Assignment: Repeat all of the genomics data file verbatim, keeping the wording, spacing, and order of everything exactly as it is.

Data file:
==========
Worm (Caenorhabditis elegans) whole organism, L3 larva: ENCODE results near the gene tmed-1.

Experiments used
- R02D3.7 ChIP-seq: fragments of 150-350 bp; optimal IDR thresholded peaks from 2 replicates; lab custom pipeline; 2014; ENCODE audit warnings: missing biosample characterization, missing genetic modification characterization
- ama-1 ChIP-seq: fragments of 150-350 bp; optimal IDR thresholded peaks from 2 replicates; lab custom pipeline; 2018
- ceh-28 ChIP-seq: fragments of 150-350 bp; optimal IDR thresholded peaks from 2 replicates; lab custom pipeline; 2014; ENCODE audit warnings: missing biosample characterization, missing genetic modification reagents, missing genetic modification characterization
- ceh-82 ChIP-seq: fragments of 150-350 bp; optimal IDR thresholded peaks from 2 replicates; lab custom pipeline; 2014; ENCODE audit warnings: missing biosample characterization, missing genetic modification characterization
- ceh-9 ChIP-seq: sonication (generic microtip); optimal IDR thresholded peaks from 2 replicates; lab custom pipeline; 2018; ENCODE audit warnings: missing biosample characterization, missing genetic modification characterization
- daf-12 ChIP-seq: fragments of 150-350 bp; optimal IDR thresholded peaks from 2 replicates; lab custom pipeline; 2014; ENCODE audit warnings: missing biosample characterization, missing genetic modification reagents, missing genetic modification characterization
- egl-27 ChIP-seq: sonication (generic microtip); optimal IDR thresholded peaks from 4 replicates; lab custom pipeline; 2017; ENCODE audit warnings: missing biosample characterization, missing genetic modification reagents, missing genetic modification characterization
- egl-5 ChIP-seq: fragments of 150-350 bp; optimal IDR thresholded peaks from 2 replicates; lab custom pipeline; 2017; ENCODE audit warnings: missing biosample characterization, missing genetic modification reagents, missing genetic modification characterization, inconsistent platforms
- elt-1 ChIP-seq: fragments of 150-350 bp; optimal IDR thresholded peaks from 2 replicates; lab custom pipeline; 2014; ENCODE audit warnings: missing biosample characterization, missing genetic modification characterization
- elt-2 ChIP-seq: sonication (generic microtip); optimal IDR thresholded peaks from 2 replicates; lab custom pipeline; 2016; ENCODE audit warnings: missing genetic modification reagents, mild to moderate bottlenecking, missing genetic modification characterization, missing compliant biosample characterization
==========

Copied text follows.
Worm (Caenorhabditis elegans) whole organism, L3 larva: ENCODE results near the gene tmed-1.

Experiments used
- R02D3.7 ChIP-seq: fragments of 150-350 bp; optimal IDR thresholded peaks from 2 replicates; lab custom pipeline; 2014; ENCODE audit warnings: missing biosample characterization, missing genetic modification characterization
- ama-1 ChIP-seq: fragments of 150-350 bp; optimal IDR thresholded peaks from 2 replicates; lab custom pipeline; 2018
- ceh-28 ChIP-seq: fragments of 150-350 bp; optimal IDR thresholded peaks from 2 replicates; lab custom pipeline; 2014; ENCODE audit warnings: missing biosample characterization, missing genetic modification reagents, missing genetic modification characterization
- ceh-82 ChIP-seq: fragments of 150-350 bp; optimal IDR thresholded peaks from 2 replicates; lab custom pipeline; 2014; ENCODE audit warnings: missing biosample characterization, missing genetic modification characterization
- ceh-9 ChIP-seq: sonication (generic microtip); optimal IDR thresholded peaks from 2 replicates; lab custom pipeline; 2018; ENCODE audit warnings: missing biosample characterization, missing genetic modification characterization
- daf-12 ChIP-seq: fragments of 150-350 bp; optimal IDR thresholded peaks from 2 replicates; lab custom pipeline; 2014; ENCODE audit warnings: missing biosample characterization, missing genetic modification reagents, missing genetic modification characterization
- egl-27 ChIP-seq: sonication (generic microtip); optimal IDR thresholded peaks from 4 replicates; lab custom pipeline; 2017; ENCODE audit warnings: missing biosample characterization, missing genetic modification reagents, missing genetic modification characterization
- egl-5 ChIP-seq: fragments of 150-350 bp; optimal IDR thresholded peaks from 2 replicates; lab custom pipeline; 2017; ENCODE audit warnings: missing biosample characterization, missing genetic modification reagents, missing genetic modification characterization, inconsistent platforms
- elt-1 ChIP-seq: fragments of 150-350 bp; optimal IDR thresholded peaks from 2 replicates; lab custom pipeline; 2014; ENCODE audit warnings: missing biosample characterization, missing genetic modification characterization
- elt-2 ChIP-seq: sonication (generic microtip); optimal IDR thresholded peaks from 2 replicates; lab custom pipeline; 2016; ENCODE audit warnings: missing genetic modification reagents, mild to moderate bottlenecking, missing genetic modification characterization, missing compliant biosample characterization